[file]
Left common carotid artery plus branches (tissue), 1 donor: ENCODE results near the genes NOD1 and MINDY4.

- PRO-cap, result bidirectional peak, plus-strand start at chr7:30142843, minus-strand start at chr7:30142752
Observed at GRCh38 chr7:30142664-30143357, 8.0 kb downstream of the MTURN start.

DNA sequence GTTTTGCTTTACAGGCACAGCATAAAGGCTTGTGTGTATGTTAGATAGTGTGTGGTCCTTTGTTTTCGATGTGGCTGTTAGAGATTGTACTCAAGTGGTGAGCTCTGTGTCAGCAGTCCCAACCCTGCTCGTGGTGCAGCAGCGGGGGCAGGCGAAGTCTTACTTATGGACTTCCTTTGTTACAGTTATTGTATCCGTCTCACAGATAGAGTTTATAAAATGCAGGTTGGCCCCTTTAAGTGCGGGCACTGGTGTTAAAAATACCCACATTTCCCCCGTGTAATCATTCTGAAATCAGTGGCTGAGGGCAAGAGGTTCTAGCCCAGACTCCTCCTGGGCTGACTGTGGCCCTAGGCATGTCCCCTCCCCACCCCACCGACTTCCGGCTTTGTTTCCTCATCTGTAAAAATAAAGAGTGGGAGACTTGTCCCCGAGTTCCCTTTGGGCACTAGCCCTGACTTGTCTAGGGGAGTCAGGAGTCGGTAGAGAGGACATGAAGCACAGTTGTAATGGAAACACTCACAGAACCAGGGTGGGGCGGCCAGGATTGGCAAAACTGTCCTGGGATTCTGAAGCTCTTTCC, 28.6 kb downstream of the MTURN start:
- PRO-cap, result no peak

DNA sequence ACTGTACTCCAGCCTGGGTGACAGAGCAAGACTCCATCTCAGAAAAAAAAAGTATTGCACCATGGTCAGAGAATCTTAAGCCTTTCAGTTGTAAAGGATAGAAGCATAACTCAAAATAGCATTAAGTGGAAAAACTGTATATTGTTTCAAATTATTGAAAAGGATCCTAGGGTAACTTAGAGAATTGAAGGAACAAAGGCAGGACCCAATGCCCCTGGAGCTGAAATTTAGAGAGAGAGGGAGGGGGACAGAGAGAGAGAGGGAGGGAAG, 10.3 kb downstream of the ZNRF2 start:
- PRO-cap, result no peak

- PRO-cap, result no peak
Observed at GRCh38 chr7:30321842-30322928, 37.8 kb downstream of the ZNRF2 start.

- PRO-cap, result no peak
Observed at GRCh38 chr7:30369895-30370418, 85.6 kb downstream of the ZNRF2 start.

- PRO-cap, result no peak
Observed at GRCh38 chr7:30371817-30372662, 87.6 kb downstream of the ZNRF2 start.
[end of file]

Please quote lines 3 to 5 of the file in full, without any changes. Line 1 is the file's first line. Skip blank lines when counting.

Observed at GRCh38 chr7:30142664-30143357, 8.0 kb downstream of the MTURN start.

DNA sequence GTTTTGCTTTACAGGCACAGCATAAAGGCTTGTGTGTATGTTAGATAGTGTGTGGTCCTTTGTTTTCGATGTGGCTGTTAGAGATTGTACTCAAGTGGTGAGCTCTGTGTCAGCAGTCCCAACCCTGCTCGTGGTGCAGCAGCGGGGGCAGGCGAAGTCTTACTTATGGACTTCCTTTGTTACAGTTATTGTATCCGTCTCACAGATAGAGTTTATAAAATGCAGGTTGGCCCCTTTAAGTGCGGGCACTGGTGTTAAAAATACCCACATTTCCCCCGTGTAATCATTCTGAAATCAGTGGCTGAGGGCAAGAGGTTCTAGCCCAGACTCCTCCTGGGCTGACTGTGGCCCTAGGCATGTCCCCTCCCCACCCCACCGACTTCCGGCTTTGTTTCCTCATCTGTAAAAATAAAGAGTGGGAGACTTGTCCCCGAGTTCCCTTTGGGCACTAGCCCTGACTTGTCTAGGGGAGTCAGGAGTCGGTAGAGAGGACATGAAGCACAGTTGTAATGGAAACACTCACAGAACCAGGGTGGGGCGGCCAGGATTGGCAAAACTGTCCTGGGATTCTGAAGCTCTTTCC, 28.6 kb downstream of the MTURN start:
- PRO-cap, result no peak